11 February 2024

Insight from: Robbie Sefton

Australia Day has come and gone for another year and the highlight for me remains the Australian of the Year Awards.

How wonderful to see so many of our outstanding citizens honoured and a big congratulations to Australians of the Year Professor Georgina Long AO and Professor Richard Scolyer AO, Senior Australian of the Year Yalmay Yunupingu, Young Australian of the Year Emma McKeon AM and Local Hero David Elliot OAM.

The efforts and achievements of these five people should inspire us all into this new year.

Again, though, a small shadow has been cast over the day as the debate around its date continue

There are a number of Australians who have an issue with the January 26 date being our national day of celebration, however, for many of us in rural Australia, we like to acknowledge and celebrate our great country together.

The current anger, dissatisfaction, political point-scoring and levelling of blame are a stain on our nation and to now be at a place where corporations feel the need to take a moral stance tells me we're at a crossroads.

Do we continue as a nation divided where even the mention of Australia Day is considered traitorous by some, or do we move forward and find a time where we can all feel comfortable to pause for a day and acknowledge all our country has achieved?

The day is something of which we all have the right to feel very proud.

So many other countries take time out each year to mark a national day, gazetted on a special date for a particular reason.

Many mark an 'independence' day while others celebrate on the day the country's constitution came into effect.

Japan's Foundation Day celebrates the accession of the country's first emperor to the throne, while Bastille Day in France is held on the date of the storming of the Bastille - an uprising that helped usher in the French Revolution.

Germany's Unity Day on October 3 celebrates the reunification of the East and West.

Selecting a new date for Australia Day would not be an easy task.

And, it's important to remember, there's room for so many days of significance on the nation's calendar - as is the case in so many other countries - when people can celebrate as they wish, or choose not to if they feel it's not relevant to them.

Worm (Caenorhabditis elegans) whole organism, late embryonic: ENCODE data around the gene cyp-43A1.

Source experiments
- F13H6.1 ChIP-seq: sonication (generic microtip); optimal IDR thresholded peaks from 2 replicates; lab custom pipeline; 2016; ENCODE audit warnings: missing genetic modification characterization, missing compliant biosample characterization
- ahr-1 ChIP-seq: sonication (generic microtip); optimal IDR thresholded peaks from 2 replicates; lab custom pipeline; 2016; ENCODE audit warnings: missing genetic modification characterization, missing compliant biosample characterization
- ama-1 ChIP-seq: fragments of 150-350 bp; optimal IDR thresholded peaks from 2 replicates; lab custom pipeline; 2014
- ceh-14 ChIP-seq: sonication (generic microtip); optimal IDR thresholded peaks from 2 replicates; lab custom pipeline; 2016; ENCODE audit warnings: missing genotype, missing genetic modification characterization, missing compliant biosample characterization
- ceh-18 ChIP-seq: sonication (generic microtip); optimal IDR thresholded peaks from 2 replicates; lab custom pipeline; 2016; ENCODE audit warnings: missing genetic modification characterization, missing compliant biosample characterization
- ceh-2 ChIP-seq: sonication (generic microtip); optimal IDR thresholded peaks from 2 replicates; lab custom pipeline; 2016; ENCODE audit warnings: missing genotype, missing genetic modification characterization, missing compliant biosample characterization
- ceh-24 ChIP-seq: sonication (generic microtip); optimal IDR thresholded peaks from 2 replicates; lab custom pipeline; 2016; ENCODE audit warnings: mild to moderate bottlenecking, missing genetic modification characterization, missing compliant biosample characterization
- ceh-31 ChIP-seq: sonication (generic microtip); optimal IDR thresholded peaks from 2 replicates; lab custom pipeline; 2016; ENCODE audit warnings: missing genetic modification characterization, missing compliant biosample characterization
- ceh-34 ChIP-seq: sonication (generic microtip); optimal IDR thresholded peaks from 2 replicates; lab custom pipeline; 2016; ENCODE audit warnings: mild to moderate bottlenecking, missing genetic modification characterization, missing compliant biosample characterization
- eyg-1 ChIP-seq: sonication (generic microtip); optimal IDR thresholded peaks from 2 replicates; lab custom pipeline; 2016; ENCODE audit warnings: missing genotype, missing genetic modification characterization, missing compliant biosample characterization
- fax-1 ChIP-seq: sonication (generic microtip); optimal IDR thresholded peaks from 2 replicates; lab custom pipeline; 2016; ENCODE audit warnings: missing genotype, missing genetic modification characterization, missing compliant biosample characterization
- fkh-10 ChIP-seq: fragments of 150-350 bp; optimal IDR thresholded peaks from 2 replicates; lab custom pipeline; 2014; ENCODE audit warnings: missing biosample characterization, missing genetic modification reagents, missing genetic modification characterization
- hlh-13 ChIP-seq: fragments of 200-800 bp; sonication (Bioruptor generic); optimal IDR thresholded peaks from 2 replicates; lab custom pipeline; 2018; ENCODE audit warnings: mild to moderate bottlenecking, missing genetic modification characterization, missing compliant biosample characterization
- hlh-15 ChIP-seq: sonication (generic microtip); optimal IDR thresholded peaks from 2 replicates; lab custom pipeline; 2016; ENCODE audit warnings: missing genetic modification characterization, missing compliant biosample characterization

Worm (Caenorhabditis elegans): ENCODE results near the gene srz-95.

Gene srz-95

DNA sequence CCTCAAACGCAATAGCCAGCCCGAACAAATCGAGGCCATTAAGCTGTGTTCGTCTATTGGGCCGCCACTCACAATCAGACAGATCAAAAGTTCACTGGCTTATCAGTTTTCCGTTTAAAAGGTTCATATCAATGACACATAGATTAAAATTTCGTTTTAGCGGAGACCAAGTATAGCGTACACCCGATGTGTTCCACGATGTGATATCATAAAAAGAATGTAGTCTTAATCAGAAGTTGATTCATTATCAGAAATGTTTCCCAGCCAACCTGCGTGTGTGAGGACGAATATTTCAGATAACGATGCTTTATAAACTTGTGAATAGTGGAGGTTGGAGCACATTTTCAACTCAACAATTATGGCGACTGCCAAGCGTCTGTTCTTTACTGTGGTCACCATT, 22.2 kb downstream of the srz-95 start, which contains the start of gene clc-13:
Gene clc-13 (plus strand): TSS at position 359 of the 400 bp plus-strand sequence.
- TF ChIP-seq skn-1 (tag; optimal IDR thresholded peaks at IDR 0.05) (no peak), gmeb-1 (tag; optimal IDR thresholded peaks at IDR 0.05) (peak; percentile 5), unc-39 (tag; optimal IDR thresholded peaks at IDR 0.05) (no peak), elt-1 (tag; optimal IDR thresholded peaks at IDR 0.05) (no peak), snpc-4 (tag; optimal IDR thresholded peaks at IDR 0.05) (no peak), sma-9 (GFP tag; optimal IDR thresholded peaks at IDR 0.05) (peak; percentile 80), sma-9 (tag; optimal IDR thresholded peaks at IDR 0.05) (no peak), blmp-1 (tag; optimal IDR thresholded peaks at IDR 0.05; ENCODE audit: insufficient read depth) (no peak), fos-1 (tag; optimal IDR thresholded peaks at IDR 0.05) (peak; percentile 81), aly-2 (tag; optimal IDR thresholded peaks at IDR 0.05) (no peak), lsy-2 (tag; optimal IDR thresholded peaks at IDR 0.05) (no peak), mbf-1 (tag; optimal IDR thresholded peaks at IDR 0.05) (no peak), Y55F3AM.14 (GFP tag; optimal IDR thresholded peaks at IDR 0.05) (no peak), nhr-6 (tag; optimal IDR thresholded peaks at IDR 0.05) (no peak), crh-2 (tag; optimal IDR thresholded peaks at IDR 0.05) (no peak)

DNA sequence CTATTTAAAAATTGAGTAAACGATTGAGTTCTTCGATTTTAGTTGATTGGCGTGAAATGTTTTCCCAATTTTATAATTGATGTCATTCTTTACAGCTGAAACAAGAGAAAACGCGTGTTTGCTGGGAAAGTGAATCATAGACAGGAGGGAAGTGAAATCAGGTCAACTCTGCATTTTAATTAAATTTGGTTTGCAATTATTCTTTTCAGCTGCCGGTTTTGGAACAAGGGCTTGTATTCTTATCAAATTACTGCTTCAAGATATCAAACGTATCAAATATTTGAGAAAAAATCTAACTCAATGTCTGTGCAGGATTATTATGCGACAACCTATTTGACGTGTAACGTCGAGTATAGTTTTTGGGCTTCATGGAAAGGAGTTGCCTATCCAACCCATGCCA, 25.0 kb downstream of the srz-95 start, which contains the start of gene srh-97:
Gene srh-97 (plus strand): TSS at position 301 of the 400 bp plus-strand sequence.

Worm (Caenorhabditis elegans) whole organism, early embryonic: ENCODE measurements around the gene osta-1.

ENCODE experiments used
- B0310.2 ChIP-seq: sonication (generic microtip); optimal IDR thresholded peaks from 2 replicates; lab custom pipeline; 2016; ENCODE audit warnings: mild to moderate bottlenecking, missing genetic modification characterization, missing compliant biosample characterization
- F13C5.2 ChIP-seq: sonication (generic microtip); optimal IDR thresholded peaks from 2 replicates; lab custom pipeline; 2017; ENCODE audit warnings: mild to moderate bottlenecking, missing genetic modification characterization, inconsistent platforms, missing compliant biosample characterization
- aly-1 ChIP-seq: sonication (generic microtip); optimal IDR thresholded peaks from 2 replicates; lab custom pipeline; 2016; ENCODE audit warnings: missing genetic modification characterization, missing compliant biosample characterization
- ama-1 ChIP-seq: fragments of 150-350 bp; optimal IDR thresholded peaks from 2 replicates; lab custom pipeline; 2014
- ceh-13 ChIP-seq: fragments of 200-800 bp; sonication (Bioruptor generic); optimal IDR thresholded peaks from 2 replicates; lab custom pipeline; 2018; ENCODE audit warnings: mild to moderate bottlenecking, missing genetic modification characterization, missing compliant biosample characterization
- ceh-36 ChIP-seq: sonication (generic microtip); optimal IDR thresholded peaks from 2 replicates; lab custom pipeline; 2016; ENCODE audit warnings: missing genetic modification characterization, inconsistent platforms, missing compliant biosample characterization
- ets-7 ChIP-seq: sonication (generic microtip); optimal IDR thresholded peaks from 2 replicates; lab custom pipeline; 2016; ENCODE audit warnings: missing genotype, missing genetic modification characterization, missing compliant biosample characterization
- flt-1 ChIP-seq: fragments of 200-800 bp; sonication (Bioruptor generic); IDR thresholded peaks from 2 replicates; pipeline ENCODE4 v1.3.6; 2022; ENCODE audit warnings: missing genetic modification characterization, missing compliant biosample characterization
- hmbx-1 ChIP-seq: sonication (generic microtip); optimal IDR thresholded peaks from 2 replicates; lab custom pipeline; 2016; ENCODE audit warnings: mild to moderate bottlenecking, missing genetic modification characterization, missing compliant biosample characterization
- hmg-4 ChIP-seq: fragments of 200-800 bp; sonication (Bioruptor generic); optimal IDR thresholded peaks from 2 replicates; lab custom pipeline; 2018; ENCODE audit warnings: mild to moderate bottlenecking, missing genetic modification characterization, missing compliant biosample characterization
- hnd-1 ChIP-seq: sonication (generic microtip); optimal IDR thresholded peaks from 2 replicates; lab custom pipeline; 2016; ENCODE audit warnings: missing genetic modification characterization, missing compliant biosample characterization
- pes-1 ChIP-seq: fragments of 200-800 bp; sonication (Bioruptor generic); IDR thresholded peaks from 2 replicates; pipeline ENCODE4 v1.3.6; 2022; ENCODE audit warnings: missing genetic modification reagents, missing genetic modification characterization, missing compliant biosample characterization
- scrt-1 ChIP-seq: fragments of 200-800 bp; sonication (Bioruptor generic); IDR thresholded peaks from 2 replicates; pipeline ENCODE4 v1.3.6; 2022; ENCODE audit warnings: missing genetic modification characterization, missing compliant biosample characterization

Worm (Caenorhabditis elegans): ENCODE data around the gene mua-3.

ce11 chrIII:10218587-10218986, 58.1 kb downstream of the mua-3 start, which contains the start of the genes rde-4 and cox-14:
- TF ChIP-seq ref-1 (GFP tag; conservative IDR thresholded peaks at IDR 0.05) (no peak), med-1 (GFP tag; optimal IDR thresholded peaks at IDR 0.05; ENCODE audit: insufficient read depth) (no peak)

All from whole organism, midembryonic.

For me, though, a day for the Australia we are today is critical for the overall morale of the country, and to help us feel part of something bigger than ourselves.

A day for each of us to celebrate what's important about our nation as it stands in 2024 and beyond, and that's going to be different for every Australian.

It's also important for our future and where we're going - a chance to reflect on not only what's going well, but where we can improve and strive for better outcomes, for all Australians.

Australia Day was first marked in the 1930s, and a lot has changed in almost 100 years.

The Australian of the Year Awards look very different now to when they were first staged in the 1960s and their evolution to better reflect Australia as it is today has maintained their significance and relevance.

I wonder what it means to be a proud Australian to you?

To read this article in The Land newspaper, visit Crossroads for that all important national day | The Land | NSW

Image: Australia Day 2021 - Flag Raising and Citizenship Ceremony in Canberra. His Excellency, General the Honourable David Hurley AC DSC (Retd), Her Excellency Mrs Linda Hurley with Robbie Sefton. Robbie was on the Board of the National Australia Day Council (NADC) for 11 years (2010-2021). She had the honour of being Deputy Chair for seven of the 11 years. The NADC is responsible for coordinating Australia Day celebrations and the Australian of the Year Awards. NADC heads a network of eight state and territory organisations and 789 local committees. Robbie's appointment to the board was made by the Prime Minister.

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